I found my thoughts provoked before I sat down to write this post, because I just read this terrific essay by Emma Marris, which lays out how the “gospel” of Alice Waters and her restaurant Chez Panisse has become a cultural force in dining, especially high-end dining, while reminding us more than once that Alice Waters cooks peasant food “but only rich people can afford it.”
I parsed the reality that the kind of cooking that captivates my heart and senses, and moves me toward what I do (and share with you here) is exactly that kind. Call it “cucina povera” – Food of the Poor Peasant – or any one these favored words; “rustic” “simple” “seasonal” and let’s not forget “artisanal.”
I feel the irony of the situation.
There’s no doubt that my ancestors were of the peasant variety. At Ellis Island, the occupation of my paternal great-grandfather was noted on his entry form as “country man.” Paisano. Contadino. Rustico. So here I am, a few generations later, in some way romanticizing the simplicity of their diet, based as it was on extreme circumstances and a sense of desperation they apparently found unendurable.
I wonder if my great-great ancestors would be puzzled by my obsession, if they would feel honored and proud that their humble food traditions inspire me, magically forming a link that connects us. And because of them, I live in the world possessing a distinct privilege to choose to cook like a peasant, rather than having it forced on me by necessity.
So, here’s what bothers me: Aside from feeling a little defensive about my personal taste for what is interpreted as high-end peasant food, I feel it’s our cultural tendency (in this century, anyway) to elevate the humble, the homemade and the traditional ways of making food into some kind of food fantasy, a social circle with a high-priced admission fee.
Like a page out of Kinfolk magazine, all spread out on a reclaimed wood farm table, food can go the way of trendy affectation, becoming an aspirational activity reserved for those with far greater means than those of a peasant. It’s enough to make my head hurt! And bring on an identity crisis. And think about what the word “authentic” really means.
For example, the rustic, whole grain, heirloom-variety, stone ground Italian Flint corn polenta I ordered from Anson Mills is special. It’s exceptionally, richly corn-flavored – delicious. It’s flecked with beautiful shades of amber from the multicolored (remember, heirloom) kernels. It seems expensive, when you think that traditionally cornmeal is the mush of poor people’s food, more so when compared to the organic polenta I usually buy from Bob’s Red Mill, which is less than 4 bucks for a 1.5 pound bag.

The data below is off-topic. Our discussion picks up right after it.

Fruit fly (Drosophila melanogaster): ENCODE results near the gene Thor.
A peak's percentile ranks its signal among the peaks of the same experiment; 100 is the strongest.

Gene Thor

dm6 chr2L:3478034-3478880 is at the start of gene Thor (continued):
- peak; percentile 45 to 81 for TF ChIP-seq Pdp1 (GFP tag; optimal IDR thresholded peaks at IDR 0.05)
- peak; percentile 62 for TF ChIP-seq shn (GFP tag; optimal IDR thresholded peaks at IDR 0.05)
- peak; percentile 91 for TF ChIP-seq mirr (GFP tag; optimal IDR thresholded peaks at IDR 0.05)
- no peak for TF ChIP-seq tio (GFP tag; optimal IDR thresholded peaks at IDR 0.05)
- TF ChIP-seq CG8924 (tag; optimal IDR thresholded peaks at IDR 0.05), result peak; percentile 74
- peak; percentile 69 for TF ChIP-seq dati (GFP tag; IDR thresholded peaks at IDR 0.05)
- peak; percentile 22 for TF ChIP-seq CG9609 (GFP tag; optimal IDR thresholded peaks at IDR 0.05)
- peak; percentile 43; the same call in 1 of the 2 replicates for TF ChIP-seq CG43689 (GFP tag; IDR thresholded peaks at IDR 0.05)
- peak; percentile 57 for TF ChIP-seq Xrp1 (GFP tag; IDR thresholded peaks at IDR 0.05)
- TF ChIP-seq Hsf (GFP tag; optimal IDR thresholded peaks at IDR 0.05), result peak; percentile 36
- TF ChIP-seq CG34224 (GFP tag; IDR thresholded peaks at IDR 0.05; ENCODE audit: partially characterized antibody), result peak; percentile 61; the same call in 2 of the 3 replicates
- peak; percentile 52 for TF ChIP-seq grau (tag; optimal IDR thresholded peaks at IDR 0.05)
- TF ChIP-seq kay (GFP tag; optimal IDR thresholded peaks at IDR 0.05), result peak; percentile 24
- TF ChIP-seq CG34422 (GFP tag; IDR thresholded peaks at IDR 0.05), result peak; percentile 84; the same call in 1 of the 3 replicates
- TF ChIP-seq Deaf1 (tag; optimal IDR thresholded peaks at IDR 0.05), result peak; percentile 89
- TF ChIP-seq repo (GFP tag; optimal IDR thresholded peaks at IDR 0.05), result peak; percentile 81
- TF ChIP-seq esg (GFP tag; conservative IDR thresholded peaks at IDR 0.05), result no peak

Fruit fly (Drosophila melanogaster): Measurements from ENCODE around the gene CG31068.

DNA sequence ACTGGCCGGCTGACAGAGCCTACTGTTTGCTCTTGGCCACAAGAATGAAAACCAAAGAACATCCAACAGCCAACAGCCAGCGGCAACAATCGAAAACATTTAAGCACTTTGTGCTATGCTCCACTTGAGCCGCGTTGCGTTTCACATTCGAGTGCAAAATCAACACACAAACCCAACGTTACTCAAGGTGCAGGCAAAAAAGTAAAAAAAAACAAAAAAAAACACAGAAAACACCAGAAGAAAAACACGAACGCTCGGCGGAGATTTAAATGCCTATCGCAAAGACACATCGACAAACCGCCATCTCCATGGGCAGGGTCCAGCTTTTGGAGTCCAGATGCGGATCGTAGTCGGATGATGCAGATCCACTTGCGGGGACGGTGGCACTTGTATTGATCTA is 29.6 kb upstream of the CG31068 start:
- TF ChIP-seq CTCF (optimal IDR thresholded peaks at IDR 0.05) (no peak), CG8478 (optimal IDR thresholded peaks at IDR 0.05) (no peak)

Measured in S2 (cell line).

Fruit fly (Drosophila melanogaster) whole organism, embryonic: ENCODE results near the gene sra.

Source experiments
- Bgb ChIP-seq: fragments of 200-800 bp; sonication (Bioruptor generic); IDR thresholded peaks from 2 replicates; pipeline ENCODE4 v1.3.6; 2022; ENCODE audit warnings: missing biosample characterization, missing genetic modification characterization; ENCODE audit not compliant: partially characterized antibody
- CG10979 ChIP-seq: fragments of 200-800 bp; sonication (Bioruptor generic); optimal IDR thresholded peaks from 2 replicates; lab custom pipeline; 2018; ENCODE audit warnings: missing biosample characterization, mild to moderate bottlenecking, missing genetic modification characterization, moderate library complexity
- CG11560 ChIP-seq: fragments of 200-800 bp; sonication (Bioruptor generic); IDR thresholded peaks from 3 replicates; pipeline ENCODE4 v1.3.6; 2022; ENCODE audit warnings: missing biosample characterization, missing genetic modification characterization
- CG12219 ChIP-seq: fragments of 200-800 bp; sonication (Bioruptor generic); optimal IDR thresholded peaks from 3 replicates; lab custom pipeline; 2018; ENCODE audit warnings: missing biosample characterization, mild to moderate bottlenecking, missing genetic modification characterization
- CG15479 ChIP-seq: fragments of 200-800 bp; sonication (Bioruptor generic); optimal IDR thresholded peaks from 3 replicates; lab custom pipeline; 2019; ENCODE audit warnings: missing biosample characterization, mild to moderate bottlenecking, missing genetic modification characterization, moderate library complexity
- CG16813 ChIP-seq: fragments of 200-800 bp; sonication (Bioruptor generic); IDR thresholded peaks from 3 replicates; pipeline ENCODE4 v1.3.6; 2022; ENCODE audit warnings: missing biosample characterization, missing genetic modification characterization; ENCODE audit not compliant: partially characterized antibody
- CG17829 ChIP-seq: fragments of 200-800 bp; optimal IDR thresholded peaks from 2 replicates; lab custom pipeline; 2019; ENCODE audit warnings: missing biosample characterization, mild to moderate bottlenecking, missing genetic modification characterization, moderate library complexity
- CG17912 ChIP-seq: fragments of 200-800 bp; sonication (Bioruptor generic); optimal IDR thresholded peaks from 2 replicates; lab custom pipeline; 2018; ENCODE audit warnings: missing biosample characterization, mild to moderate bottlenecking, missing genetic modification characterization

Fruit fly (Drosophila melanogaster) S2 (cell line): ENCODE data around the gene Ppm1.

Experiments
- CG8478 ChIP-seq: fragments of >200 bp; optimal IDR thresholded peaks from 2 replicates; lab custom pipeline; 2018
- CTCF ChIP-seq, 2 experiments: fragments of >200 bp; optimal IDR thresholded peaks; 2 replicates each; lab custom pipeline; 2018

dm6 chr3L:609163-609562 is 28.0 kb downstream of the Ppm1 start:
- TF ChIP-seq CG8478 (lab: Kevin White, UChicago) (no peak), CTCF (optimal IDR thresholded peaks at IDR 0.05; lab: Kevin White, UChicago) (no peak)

This Rustic Integrale polenta, on the other hand, costs about twice as much, but amounts to less than 75 cents per serving. Still, it seems like an indulgence. Because this particular food isn’t something you’d find in your average grocery store and doesn’t come with a price tag associated with the term “economical” (like, maybe soft drinks and boxes of cereal).
I’ve always felt it’s well worth my time to go in search of things to cook that are better – better tasting, better nutrition, better quality – and I’m certain that my own grandmothers felt the same way. They were cooking every day at home for their families; simple, satisfying food that wasn’t intended to be shown on the pages of a magazine. I learned something from that.
Does choosing to cook with really great ingredients, simply and with respect for the effort required to produce them amount to culinary elitism? I cringe to think so. How about you?
- 1 cup coarse, whole-grain polenta
- 3 cups green leaves, from arugula, spinach, chard, kale or a mixture
- Handful fresh parsley
- 2 tablespoons extra-virgin olive oil
- 2 tablespoons butter
- 1 teaspoon fresh lemon juice
- 1 cup grated Parmigiano Reggiano or Grana Padano cheese
- Bring 4 cups water to a boil in a medium-sized heavy pot – enameled cast iron is ideal. Add 1½ teaspoons salt, then slowly add the polenta in a stream while whisking. When all the polenta has been added, stir and turn down the heat to a very low simmer. Cook 45 minutes, stirring every 10 minutes. If you find the polenta getting too thick, add a bit of water as needed and lower heat.
- While the polenta cooks, bring a pot of salted water to a boil. Trim off any thick stems from your greens and parsley drop them into the water. Cook for 2 minutes. Drain, reserving about a cup of the cooking water.
- Put the greens in a blender or food processor with 1 tablespoon each of olive oil and butter, adding a small splashes of the cooking water if needed, to get it going. Puree until fairly smooth. Stir in the lemon juice.
- Stir the remaining olive oil, butter and half of the cheese into the polenta. Put 1 or 2 tablespoons cheese in the bottom of each serving bowl before spooning in the polenta. Top each serving with some of the pureed greens for each person to stir into their bowl. Sprinkle with additional cheese at the table.